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Luke Study #145 – No Longer Good

The Gospel Of Luke

Luke 14:34-35 (CEV)

34 Salt is good, but if it no longer tastes like salt, how can it be made to taste salty again? 35 It is no longer good for the soil or even for the manure pile. People simply throw it out. If you have ears, pay attention!

No Longer Good

We don’t depend on salt anymore the way that people in ancient times did. We use it lots – in bacon, potato chips, fries and gravy, to name a few – but that doesn’t quite give us the sense of it’s importance to Jesus’ original audience.

Historically, salt had many uses. First and foremost, salt is a compound that we humans need to survive. Without it, we can’t move water across the cell wall, which means that we could drink as much water as we wanted, and still end up dehydrated!

More than just its importance to our survival, salt was critical to the possibility of food preservation and was used extensively to treat illness and throughout various cultures in their religious practices.

Because of it’s vital importance, producing, shipping and selling salt became a highly controlled process. Huge taxes of up to 140% were placed on salt production, and salt was so highly valued that it was often sold in exchange for slaves or used as a means of paying employees or the members of the military.

Salt was even used as one of the earliest forms of biological warfare, with armies salting the earth to prevent their enemies from being able to easily grow crops in the coming years.

So many reasons for salt, then, must have come to mind for those who heard Jesus’ initial words. And they would have all had that immediate, gut-wrenching sense of loss when Jesus talked about salt losing its saltiness. It would be kind of like accidentally leaving out a huge stack of those new plastic $50 bills in your car on a -40oC day and realizing that they had simply shattered into pieces so small that the bank would never replace them for you. A vast resource of wealth and potential had simply been turned to garbage.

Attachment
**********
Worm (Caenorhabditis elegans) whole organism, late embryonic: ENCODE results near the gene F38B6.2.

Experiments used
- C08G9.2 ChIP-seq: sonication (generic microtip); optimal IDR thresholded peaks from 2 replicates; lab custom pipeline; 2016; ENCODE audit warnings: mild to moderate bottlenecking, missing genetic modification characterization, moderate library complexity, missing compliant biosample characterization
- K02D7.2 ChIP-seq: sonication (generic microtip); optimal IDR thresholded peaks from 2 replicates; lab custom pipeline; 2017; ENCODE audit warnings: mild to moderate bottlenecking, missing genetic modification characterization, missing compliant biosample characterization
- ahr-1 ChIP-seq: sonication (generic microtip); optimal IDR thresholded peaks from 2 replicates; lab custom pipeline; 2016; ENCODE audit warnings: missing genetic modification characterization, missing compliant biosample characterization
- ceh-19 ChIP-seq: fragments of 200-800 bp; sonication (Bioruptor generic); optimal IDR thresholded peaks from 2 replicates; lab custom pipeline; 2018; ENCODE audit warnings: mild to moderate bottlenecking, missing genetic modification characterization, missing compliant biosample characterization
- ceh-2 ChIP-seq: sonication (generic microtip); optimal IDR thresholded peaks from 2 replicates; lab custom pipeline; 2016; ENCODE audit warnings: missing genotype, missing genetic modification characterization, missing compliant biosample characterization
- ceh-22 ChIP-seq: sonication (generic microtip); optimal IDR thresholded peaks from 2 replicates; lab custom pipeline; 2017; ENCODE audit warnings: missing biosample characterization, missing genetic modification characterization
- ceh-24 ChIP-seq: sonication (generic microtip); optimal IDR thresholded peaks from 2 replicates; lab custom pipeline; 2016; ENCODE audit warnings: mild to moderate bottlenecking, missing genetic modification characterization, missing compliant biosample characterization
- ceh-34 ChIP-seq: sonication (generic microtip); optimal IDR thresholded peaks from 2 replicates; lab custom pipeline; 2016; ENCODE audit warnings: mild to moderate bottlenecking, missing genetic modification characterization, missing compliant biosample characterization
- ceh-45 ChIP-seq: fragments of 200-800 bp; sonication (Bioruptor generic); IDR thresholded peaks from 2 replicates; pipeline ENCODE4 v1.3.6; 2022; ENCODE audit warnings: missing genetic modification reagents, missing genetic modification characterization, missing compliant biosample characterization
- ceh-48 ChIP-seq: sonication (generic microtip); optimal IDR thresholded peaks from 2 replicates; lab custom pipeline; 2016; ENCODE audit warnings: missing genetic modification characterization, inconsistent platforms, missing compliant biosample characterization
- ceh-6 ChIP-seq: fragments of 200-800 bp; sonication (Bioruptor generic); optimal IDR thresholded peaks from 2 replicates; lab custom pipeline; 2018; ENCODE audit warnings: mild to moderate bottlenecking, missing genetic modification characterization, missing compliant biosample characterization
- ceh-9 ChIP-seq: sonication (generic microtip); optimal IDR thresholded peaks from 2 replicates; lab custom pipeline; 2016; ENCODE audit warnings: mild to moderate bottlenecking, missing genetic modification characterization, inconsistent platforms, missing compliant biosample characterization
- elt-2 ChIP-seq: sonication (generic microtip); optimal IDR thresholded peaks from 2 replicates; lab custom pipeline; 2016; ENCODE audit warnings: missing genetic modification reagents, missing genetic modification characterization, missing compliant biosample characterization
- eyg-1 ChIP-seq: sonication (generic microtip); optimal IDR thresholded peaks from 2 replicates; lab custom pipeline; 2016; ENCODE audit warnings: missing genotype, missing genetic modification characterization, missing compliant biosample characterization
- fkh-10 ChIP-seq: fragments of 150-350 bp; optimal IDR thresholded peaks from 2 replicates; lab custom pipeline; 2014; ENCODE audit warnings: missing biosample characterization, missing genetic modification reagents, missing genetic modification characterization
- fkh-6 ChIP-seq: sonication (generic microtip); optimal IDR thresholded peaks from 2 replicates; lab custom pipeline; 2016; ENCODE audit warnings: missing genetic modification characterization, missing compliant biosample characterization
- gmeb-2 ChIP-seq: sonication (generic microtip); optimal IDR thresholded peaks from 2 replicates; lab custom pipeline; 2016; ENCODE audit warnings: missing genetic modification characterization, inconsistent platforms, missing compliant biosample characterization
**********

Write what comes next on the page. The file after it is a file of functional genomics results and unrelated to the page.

So what’s Jesus on about? Why is Luke writing this parable for us? And why does he put it here?

It comes right on the heels of Tuesday’s study about counting the cost, so I think that it’s probably safe to say that the two ideas are connected.

Google tells me that sodium chloride (salt) can lose its flavor simply by being exposed to moisture in the form of condensation or rainwater. This dissolves and removes the sodium chloride, which in turn makes it lose its salty taste, and with it all of its value.

Exposure to moisture can happen pretty easily. Think about how quickly the inside of your tent can get wet simply from the condensation from your own breathing overnight. To prevent the salt from losing its saltiness, then, it needs to be stored carefully in a safe, dry place.

And maybe this is where we start to see the connections for us today. Because I think it’s possible that Jesus is warning us that it’s not some big, calamitous thing that’s going to show up and cause us to lose our impact in the Kingdom. He doesn’t warn us about rulers or wars or judgments or laws. Jesus doesn’t warn us against acts seen as religiously impure or about the prostitution temples of the Romans. These don’t seem to be the thing that’s going to catch us up or stop us in our tracks.

No, instead Jesus warns us about an everyday item – salt – and about that salt becoming ineffective because of another everyday occurrence – moisture.

It’s just possible that my ability to participate in this Kingdom process has less to do with what the name of my country’s leader is, what wars my country is involved in, what laws my country passes, or how my country spends its money than I was ever given to believe.

On the flip side, it’s just possible that if I forget that Kingdom = love (the way sodium chloride = one sodium + one chlorine ion) that everything else will fall apart.

And what I hear Jesus saying in this is that if I forget who I am – if I forget what the fundamental mission of Jesus is (to bring the Kingdom forward in ever-increasing measure through those who follow him) – than I’m not going to be worth much of anything anymore.Journal Questions:

  1. What are some examples of ways you’ve seen Christians encouraged to take sides on issues?
  2. How often have those arguments left you feeling like you should be very afraid – that bad things will happen if you don’t get this right?
  3. How often have those arguments compelled you to treat people in a more loving, more compassionate, more whole way?
  4. Do you ever feel pulled away from the central message of the gospel – to love – by these everyday arguments?
  5. What would it look like to make choices about how you cared for yourself so that you would be more able to “stay salty”?

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